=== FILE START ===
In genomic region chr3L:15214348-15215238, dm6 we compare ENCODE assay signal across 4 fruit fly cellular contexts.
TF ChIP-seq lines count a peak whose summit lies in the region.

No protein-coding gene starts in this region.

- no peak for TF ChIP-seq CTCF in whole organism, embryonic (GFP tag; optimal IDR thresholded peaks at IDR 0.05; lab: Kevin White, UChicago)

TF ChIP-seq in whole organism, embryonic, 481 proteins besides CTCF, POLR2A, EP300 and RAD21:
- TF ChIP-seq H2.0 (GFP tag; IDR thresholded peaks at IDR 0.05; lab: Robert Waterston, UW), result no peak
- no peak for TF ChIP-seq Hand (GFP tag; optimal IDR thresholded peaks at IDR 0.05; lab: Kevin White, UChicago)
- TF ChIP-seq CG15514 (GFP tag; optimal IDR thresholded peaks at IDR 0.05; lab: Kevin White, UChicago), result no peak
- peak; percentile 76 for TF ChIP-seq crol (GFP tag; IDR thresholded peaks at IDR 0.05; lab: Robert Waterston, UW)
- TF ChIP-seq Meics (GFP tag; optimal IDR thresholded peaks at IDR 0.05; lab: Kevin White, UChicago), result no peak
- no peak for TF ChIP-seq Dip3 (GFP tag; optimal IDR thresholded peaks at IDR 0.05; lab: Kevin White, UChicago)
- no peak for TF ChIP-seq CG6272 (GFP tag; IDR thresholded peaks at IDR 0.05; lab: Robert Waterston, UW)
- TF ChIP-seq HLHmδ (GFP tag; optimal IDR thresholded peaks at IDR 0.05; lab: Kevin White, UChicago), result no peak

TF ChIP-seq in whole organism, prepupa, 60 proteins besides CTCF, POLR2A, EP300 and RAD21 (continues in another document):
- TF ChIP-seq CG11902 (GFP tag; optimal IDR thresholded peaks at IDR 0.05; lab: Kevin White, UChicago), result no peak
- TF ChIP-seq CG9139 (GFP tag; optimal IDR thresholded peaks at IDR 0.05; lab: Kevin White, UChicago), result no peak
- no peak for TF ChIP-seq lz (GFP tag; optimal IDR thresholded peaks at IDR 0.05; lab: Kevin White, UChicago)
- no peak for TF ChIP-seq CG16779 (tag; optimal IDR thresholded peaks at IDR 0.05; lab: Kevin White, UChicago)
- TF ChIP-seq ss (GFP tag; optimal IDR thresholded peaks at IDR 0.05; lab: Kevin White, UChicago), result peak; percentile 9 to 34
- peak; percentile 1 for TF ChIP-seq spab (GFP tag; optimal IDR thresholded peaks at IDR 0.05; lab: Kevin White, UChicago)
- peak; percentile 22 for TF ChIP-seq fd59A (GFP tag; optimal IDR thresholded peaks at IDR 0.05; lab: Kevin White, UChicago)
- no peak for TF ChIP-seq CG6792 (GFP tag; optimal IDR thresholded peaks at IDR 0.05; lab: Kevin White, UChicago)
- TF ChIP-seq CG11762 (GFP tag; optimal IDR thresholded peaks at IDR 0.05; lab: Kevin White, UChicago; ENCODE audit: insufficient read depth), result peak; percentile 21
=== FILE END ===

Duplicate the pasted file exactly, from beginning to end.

In genomic region chr3L:15214348-15215238, dm6 we compare ENCODE assay signal across 4 fruit fly cellular contexts.
TF ChIP-seq lines count a peak whose summit lies in the region.

No protein-coding gene starts in this region.

- no peak for TF ChIP-seq CTCF in whole organism, embryonic (GFP tag; optimal IDR thresholded peaks at IDR 0.05; lab: Kevin White, UChicago)

TF ChIP-seq in whole organism, embryonic, 481 proteins besides CTCF, POLR2A, EP300 and RAD21:
- TF ChIP-seq H2.0 (GFP tag; IDR thresholded peaks at IDR 0.05; lab: Robert Waterston, UW), result no peak
- no peak for TF ChIP-seq Hand (GFP tag; optimal IDR thresholded peaks at IDR 0.05; lab: Kevin White, UChicago)
- TF ChIP-seq CG15514 (GFP tag; optimal IDR thresholded peaks at IDR 0.05; lab: Kevin White, UChicago), result no peak
- peak; percentile 76 for TF ChIP-seq crol (GFP tag; IDR thresholded peaks at IDR 0.05; lab: Robert Waterston, UW)
- TF ChIP-seq Meics (GFP tag; optimal IDR thresholded peaks at IDR 0.05; lab: Kevin White, UChicago), result no peak
- no peak for TF ChIP-seq Dip3 (GFP tag; optimal IDR thresholded peaks at IDR 0.05; lab: Kevin White, UChicago)
- no peak for TF ChIP-seq CG6272 (GFP tag; IDR thresholded peaks at IDR 0.05; lab: Robert Waterston, UW)
- TF ChIP-seq HLHmδ (GFP tag; optimal IDR thresholded peaks at IDR 0.05; lab: Kevin White, UChicago), result no peak

TF ChIP-seq in whole organism, prepupa, 60 proteins besides CTCF, POLR2A, EP300 and RAD21 (continues in another document):
- TF ChIP-seq CG11902 (GFP tag; optimal IDR thresholded peaks at IDR 0.05; lab: Kevin White, UChicago), result no peak
- TF ChIP-seq CG9139 (GFP tag; optimal IDR thresholded peaks at IDR 0.05; lab: Kevin White, UChicago), result no peak
- no peak for TF ChIP-seq lz (GFP tag; optimal IDR thresholded peaks at IDR 0.05; lab: Kevin White, UChicago)
- no peak for TF ChIP-seq CG16779 (tag; optimal IDR thresholded peaks at IDR 0.05; lab: Kevin White, UChicago)
- TF ChIP-seq ss (GFP tag; optimal IDR thresholded peaks at IDR 0.05; lab: Kevin White, UChicago), result peak; percentile 9 to 34
- peak; percentile 1 for TF ChIP-seq spab (GFP tag; optimal IDR thresholded peaks at IDR 0.05; lab: Kevin White, UChicago)
- peak; percentile 22 for TF ChIP-seq fd59A (GFP tag; optimal IDR thresholded peaks at IDR 0.05; lab: Kevin White, UChicago)
- no peak for TF ChIP-seq CG6792 (GFP tag; optimal IDR thresholded peaks at IDR 0.05; lab: Kevin White, UChicago)
- TF ChIP-seq CG11762 (GFP tag; optimal IDR thresholded peaks at IDR 0.05; lab: Kevin White, UChicago; ENCODE audit: insufficient read depth), result peak; percentile 21